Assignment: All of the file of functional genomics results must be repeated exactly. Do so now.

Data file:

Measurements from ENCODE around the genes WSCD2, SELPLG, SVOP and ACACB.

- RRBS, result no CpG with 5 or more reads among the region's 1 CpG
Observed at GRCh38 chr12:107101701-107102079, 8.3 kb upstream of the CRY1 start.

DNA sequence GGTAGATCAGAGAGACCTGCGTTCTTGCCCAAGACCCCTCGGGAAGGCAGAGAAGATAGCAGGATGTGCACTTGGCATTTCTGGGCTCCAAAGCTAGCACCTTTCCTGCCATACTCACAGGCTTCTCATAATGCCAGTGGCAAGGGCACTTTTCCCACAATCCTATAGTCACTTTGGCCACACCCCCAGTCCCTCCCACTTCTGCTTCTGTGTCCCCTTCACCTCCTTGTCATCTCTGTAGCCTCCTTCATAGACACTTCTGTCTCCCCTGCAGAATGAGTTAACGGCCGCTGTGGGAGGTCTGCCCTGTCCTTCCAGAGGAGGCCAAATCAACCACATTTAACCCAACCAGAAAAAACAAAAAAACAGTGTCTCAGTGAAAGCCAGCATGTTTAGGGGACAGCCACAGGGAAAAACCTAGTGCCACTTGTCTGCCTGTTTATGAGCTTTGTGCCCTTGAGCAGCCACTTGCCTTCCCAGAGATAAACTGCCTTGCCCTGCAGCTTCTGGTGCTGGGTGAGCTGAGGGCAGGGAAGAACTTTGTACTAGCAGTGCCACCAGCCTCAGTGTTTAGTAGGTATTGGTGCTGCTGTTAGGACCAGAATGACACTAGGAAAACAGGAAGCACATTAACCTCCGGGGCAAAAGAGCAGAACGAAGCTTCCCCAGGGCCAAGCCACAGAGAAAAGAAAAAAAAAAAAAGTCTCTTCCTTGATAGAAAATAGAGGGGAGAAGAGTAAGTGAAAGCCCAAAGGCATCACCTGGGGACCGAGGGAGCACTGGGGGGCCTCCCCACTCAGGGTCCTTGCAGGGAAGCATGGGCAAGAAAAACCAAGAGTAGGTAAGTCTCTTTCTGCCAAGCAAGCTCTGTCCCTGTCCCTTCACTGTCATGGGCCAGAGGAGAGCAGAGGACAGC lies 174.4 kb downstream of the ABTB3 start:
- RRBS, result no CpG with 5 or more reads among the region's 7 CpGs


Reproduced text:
Measurements from ENCODE around the genes WSCD2, SELPLG, SVOP and ACACB.

- RRBS, result no CpG with 5 or more reads among the region's 1 CpG
Observed at GRCh38 chr12:107101701-107102079, 8.3 kb upstream of the CRY1 start.

DNA sequence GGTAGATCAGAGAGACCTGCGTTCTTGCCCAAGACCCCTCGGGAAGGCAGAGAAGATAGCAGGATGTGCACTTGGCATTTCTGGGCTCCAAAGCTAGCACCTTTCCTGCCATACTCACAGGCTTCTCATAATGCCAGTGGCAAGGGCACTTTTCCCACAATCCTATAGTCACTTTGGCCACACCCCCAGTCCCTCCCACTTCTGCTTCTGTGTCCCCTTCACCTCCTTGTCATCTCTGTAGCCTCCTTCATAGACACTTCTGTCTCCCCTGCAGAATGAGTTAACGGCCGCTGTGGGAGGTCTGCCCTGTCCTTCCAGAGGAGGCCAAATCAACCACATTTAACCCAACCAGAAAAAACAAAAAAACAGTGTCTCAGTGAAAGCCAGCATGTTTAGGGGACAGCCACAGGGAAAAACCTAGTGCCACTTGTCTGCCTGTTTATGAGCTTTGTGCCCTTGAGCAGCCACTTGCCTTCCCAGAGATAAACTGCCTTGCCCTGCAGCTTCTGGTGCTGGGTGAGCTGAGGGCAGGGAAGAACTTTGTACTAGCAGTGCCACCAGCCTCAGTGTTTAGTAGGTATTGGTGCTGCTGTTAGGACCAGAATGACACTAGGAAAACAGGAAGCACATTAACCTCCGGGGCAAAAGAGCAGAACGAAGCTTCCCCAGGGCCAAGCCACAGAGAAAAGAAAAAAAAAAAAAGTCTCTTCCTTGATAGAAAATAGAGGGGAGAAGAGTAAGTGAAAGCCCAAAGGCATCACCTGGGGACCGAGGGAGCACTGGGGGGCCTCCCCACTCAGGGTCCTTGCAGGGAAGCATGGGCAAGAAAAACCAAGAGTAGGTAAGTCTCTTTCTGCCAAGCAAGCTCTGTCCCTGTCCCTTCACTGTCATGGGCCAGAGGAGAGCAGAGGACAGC lies 174.4 kb downstream of the ABTB3 start:
- RRBS, result no CpG with 5 or more reads among the region's 7 CpGs